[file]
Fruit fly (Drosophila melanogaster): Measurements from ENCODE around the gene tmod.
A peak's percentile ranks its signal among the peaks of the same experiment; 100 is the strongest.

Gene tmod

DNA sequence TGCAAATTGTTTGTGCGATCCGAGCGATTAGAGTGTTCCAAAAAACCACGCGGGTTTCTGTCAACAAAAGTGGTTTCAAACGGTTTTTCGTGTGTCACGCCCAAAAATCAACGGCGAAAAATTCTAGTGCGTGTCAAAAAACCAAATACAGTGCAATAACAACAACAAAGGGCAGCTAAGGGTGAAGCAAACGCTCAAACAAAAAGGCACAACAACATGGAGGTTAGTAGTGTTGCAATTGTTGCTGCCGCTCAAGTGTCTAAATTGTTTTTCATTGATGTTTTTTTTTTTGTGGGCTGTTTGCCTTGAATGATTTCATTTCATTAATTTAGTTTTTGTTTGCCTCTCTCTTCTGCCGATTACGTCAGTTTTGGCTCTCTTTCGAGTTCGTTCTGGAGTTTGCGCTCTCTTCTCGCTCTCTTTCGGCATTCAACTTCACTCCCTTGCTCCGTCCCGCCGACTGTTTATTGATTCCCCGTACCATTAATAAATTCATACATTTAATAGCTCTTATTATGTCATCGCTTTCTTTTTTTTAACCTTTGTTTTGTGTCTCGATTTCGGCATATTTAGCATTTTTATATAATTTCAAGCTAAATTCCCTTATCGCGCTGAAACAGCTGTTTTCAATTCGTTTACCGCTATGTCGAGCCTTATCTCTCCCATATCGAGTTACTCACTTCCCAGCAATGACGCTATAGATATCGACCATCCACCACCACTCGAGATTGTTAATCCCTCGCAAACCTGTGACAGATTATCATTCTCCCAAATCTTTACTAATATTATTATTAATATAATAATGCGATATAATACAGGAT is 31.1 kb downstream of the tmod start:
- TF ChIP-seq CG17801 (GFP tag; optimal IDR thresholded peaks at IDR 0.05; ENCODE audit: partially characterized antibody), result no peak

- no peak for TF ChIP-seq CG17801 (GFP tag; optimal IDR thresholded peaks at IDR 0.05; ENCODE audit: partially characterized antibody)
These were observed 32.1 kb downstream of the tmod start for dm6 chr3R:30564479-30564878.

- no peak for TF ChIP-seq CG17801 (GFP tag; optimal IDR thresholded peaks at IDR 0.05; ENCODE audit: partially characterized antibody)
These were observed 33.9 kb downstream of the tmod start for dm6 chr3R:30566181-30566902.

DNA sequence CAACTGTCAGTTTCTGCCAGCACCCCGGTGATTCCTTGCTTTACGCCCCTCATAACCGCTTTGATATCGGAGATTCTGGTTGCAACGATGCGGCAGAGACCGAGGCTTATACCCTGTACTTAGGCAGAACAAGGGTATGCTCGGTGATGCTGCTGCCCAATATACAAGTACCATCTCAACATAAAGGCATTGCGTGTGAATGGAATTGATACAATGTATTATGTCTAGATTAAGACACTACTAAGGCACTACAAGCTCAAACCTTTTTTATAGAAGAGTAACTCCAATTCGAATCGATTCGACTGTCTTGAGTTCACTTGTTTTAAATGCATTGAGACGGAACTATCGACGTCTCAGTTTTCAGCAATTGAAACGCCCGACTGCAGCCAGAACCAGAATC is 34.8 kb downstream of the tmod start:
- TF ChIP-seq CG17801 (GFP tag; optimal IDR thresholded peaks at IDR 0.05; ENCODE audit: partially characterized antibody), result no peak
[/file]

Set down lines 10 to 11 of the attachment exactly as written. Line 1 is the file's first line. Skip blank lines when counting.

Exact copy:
DNA sequence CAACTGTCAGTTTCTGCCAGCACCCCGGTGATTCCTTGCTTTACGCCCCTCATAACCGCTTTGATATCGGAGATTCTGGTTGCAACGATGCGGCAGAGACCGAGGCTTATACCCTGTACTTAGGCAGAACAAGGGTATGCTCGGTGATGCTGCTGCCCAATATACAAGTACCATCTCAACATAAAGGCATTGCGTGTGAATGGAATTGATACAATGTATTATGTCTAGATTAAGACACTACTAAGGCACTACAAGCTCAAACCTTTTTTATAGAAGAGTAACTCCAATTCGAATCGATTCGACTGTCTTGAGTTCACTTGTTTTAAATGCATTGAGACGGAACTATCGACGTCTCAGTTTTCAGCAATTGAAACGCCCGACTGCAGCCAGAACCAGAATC is 34.8 kb downstream of the tmod start:
- TF ChIP-seq CG17801 (GFP tag; optimal IDR thresholded peaks at IDR 0.05; ENCODE audit: partially characterized antibody), result no peak